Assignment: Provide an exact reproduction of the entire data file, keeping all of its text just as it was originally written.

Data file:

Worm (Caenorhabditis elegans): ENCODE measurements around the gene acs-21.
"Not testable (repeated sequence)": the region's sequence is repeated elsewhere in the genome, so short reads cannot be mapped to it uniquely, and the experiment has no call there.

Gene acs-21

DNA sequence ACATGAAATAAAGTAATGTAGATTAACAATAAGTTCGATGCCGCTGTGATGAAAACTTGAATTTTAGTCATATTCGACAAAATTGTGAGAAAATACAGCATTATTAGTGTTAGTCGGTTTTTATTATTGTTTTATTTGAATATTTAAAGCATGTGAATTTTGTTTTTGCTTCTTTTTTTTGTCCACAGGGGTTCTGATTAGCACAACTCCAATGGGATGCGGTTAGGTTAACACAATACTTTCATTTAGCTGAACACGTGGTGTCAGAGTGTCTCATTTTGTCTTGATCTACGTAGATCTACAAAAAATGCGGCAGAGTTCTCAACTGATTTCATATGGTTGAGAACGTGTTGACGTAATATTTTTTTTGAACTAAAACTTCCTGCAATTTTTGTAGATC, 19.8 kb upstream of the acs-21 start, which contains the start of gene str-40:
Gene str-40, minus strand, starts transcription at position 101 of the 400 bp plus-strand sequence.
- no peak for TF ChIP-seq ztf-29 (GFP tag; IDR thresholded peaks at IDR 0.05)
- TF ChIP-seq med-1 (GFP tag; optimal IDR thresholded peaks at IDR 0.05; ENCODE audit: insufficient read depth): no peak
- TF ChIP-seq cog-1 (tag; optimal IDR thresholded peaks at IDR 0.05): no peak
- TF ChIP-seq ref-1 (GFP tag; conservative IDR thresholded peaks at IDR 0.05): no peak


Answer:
Worm (Caenorhabditis elegans): ENCODE measurements around the gene acs-21.
"Not testable (repeated sequence)": the region's sequence is repeated elsewhere in the genome, so short reads cannot be mapped to it uniquely, and the experiment has no call there.

Gene acs-21

DNA sequence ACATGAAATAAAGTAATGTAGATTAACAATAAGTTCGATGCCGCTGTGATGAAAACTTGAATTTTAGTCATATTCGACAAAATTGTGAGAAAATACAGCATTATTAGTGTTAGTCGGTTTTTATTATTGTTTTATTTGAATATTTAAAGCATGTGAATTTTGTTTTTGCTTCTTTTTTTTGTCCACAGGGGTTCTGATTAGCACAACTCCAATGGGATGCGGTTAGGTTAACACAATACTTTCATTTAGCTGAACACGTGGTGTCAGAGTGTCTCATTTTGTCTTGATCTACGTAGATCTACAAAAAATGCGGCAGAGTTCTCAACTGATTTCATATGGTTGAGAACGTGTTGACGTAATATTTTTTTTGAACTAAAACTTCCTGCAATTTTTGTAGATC, 19.8 kb upstream of the acs-21 start, which contains the start of gene str-40:
Gene str-40, minus strand, starts transcription at position 101 of the 400 bp plus-strand sequence.
- no peak for TF ChIP-seq ztf-29 (GFP tag; IDR thresholded peaks at IDR 0.05)
- TF ChIP-seq med-1 (GFP tag; optimal IDR thresholded peaks at IDR 0.05; ENCODE audit: insufficient read depth): no peak
- TF ChIP-seq cog-1 (tag; optimal IDR thresholded peaks at IDR 0.05): no peak
- TF ChIP-seq ref-1 (GFP tag; conservative IDR thresholded peaks at IDR 0.05): no peak